AxÏcu¶saÏtiveÏly, adv. 1. In an accusative manner. 2. In relation to the accusative case in grammar.

AcÏcu·saÏto¶riÏal (#), a. Accusatory.

AcÏcu·saÏto¶riÏalÏly, adv. By way accusation.

AcÏcu¶saÏtoÏry (#), a. [L. accusatorius, fr. accusare.] Pertaining to, or containing, an accusation; as, an accusatory libel. Grote.

AcÏcuse¶ (#), n. Accusation. [Obs.] Shak. AcÏcuse¶, v. t. [imp. & p. p. Accused (#); p. pr. & vb. n. Accusing.] [OF. acuser, F. accuser, L. accusare, to call to account, accuse; ad + causa cause, lawsuit. Cf. Cause.] 1. To charge with, or declare to have committed, a crime or offense; (Law) to charge with an offense, judicially or by a public process; Ð with of; as, to accuse one of a high crime or misdemeanor. Neither can they prove the things whereof they now accuse me. Acts xxiv. 13. We are accused of having persuaded Austria and Sardinia to lay down their arms. Macaulay. 2. To charge with a fault; to blame; to censure. Their thoughts the meanwhile accusing or else excusing one another. Rom. ii. 15. 3. To betray; to show. [L.] Sir P. Sidney. Syn. Ð To charge; blame; censure; reproach; criminate; indict; impeach; arraign. Ð To Accuse, Charge, Impeach, Arraign. These words agree in bringing home to a person the imputation of wrongdoing. To accuse is a somewhat formal act, and is applied usually (though not exclusively) to crimes; as, to accuse of treason. Charge is the most generic. It may refer to a crime, a dereliction of duty, a fault, etc.; more commonly it refers to moral delinquencies; as, to charge with dishonesty or falsehood. To arraign is to bring (a person) before a tribunal for trial; as, to arraign one before a court or at the bar public opinion. To impeach is officially to charge with misbehavior in office; as, to impeach a minister of high crimes. Both impeach and arraign convey the idea of peculiar dignity or impressiveness.

AcÏcused¶ (#), a. Charged with offense; as, an accused person. Commonly used substantively; as, the accused, one charged with an offense; the defendant in a criminal case.

AcÏcuse¶ment (#), n. [OF. acusement. See Accuse.] Accusation. [Obs.] Chaucer. AcÏcus¶er (#), n. [OE. acuser, accusour; cf. OF. acuseor, fr. L. accusator, fr. accusare.] One who accuses; one who brings a charge of crime or fault. AcÏcus¶ingÏly, adv. In an accusing manner.

AcÏcus¶tom (#), v. t. [imp. & p. p. Accustomed (#); p. pr. & vb. n. Accustoming.] [OF. acostumer, acustumer, F. accoutumer; ? (L. ad) + OF. costume, F. coutume, custom. See Custom.] To make familiar by use; to habituate, familiarize, or inure; Ð with to. I shall always fear that he who accustoms himself to fraud in little things, wants only opportunity to practice it in greater. Adventurer. Syn. Ð To habituate; inure; exercise; train.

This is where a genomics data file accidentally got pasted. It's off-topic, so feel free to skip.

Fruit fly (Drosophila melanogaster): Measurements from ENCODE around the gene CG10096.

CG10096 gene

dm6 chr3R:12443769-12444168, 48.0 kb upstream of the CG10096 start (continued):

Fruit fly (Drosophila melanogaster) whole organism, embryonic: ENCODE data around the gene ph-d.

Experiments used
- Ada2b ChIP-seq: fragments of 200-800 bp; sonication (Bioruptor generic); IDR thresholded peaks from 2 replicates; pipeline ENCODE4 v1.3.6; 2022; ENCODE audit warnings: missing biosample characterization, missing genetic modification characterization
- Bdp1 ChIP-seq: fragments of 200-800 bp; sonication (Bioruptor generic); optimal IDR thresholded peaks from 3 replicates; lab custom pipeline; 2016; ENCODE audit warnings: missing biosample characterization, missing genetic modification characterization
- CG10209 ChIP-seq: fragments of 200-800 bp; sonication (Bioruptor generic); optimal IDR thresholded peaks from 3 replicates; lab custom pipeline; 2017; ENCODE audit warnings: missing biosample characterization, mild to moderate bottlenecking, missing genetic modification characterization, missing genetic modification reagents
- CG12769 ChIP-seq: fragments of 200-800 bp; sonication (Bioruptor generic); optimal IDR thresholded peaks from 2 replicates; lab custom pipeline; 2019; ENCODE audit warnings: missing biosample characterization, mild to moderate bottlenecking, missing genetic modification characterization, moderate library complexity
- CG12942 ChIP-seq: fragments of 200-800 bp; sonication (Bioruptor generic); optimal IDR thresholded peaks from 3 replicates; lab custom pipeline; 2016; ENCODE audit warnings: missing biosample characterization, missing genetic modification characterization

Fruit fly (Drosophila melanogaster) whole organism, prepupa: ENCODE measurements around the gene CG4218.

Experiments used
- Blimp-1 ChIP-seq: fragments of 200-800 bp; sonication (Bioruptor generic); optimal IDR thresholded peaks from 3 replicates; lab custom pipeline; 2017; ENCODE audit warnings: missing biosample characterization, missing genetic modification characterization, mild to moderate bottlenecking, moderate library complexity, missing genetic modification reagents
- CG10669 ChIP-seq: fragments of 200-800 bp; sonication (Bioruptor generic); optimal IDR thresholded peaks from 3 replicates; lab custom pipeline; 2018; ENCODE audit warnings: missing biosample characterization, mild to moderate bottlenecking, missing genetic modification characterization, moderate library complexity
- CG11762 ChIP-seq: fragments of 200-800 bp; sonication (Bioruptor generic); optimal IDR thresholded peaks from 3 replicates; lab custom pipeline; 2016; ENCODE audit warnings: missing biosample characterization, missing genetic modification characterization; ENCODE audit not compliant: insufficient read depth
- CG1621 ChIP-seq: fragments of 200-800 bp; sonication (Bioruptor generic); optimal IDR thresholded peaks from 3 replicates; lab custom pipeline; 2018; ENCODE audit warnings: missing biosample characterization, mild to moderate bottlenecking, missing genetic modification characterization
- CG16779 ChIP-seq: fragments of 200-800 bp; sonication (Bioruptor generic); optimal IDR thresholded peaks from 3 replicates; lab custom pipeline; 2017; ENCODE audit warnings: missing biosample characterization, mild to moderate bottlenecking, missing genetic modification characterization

AcÏcus¶tom, v. i. 1. To be wont. [Obs.] Carew. 2. To cohabit. [Obs.] We with the best men accustom openly; you with the basest commit private adulteries. Milton. AcÏcus¶tom, n. Custom. [Obs.] Milton. AcÏcus¶tomÏaÏble (#), a. Habitual; customary; wonted. ½Accustomable goodness.¸ Latimer. AcÏcus¶tomÏaÏbly, adv. According to custom; ordinarily; customarily. Latimer. AcÏcus¶tomÏance (#), n. [OF. accoustumance, F. accoutumance.] Custom; habitual use. [Obs.] Boyle. AcÏcust¶tomÏaÏriÏly (#), adv. Customarily. [Obs.]

AcÏcus¶tomÏaÏry (#), a. Usual; customary. [Archaic] Featley. AcÏcus¶tomed (#), a. 1. Familiar through use; usual; customary. ½An accustomed action.¸ Shak. 2. Frequented by customers. [Obs.] ½A well accustomed shop.¸ Smollett. AcÏcus¶tomedÏness, n. Habituation. Accustomedness to sin hardens the heart. Bp. Pearce. Ace (#), n.; pl. Aces (#). [OE. as, F. as, fr. L. as, assis, unity, copper coin, the unit of coinage. Cf. As.] 1. A unit; a single point or spot on a card or die; the card or die so marked; as, the ace of diamonds. 2. Hence: A very small quantity or degree; a particle; an atom; a jot. I 'll not wag an ace further. Dryden. To bate an ace, to make the least abatement. [Obs.] Ð Within an ace of, very near; on the point of. W. Irving. AÏcel¶daÏma (#), n. [Gr. ?, fr. Syr. ?k?l dam? the field of blood.] The potter's field, said to have lain south of Jerusalem, purchased with the bribe which Judas took for betraying his Master, and therefore called the field of blood. Fig.: A field of bloodshed. The system of warfare... which had already converted immense tracts into one universal aceldama. De Quincey. AÏcen¶tric (#), a. [Gr. ? priv. + ? a point, a center.] Not centered; without a center.

Ac¶eÏphal (#), n. [Gr. ?; ? priv. + ? head: cf. F. ac‚phale, LL. acephalus.] (Zo”l.) One of the Acephala.

Ø AÏceph¶aÏla (#), n. pl. [NL., fr. Gr. ?, adj. neut. pl., headless. See Acephal.] (Zo”l.) That division of the Mollusca which includes the bivalve shells, like the clams and oysters; Ð so called because they have no evident head. Formerly the group included the Tunicata, Brachiopoda, and sometimes the Bryozoa. See Mollusca.

AÏceph¶aÏlan (#), n. Same as Acephal.

AÏceph¶aÏlan, a. (Zo”l.) Belonging to the Acephala.

Ø AÏceph¶aÏli (#), n. pl. [LL., pl. of acephalus. See Acephal.] 1. A fabulous people reported by ancient writers to have heads. 2. (Eccl. Hist.) (a) A Christian sect without a leader. (b) Bishops and certain clergymen not under regular diocesan control. 3. A class of levelers in the time of K. Henry I.